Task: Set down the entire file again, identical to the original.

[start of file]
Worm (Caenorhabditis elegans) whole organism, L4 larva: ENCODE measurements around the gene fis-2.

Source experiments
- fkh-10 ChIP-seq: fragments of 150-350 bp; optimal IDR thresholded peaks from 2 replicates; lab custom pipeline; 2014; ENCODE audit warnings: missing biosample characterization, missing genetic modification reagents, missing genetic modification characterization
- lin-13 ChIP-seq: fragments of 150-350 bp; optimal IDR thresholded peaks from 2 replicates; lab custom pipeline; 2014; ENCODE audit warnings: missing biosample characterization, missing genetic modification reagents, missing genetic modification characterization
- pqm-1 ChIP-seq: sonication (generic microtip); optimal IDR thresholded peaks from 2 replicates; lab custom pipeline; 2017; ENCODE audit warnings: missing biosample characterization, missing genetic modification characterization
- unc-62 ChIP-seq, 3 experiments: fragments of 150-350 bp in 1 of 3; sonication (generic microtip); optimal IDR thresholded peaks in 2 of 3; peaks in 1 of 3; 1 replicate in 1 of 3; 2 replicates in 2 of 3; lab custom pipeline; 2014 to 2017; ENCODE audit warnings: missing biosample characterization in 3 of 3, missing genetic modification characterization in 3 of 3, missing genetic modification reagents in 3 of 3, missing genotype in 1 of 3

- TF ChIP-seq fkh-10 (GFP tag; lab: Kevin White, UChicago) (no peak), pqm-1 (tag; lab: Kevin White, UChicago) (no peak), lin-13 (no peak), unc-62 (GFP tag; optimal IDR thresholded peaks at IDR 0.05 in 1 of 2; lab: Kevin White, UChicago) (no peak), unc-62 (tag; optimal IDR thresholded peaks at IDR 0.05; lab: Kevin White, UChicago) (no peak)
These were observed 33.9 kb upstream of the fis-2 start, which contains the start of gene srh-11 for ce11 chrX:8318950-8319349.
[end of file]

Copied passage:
Worm (Caenorhabditis elegans) whole organism, L4 larva: ENCODE measurements around the gene fis-2.

Source experiments
- fkh-10 ChIP-seq: fragments of 150-350 bp; optimal IDR thresholded peaks from 2 replicates; lab custom pipeline; 2014; ENCODE audit warnings: missing biosample characterization, missing genetic modification reagents, missing genetic modification characterization
- lin-13 ChIP-seq: fragments of 150-350 bp; optimal IDR thresholded peaks from 2 replicates; lab custom pipeline; 2014; ENCODE audit warnings: missing biosample characterization, missing genetic modification reagents, missing genetic modification characterization
- pqm-1 ChIP-seq: sonication (generic microtip); optimal IDR thresholded peaks from 2 replicates; lab custom pipeline; 2017; ENCODE audit warnings: missing biosample characterization, missing genetic modification characterization
- unc-62 ChIP-seq, 3 experiments: fragments of 150-350 bp in 1 of 3; sonication (generic microtip); optimal IDR thresholded peaks in 2 of 3; peaks in 1 of 3; 1 replicate in 1 of 3; 2 replicates in 2 of 3; lab custom pipeline; 2014 to 2017; ENCODE audit warnings: missing biosample characterization in 3 of 3, missing genetic modification characterization in 3 of 3, missing genetic modification reagents in 3 of 3, missing genotype in 1 of 3

- TF ChIP-seq fkh-10 (GFP tag; lab: Kevin White, UChicago) (no peak), pqm-1 (tag; lab: Kevin White, UChicago) (no peak), lin-13 (no peak), unc-62 (GFP tag; optimal IDR thresholded peaks at IDR 0.05 in 1 of 2; lab: Kevin White, UChicago) (no peak), unc-62 (tag; optimal IDR thresholded peaks at IDR 0.05; lab: Kevin White, UChicago) (no peak)
These were observed 33.9 kb upstream of the fis-2 start, which contains the start of gene srh-11 for ce11 chrX:8318950-8319349.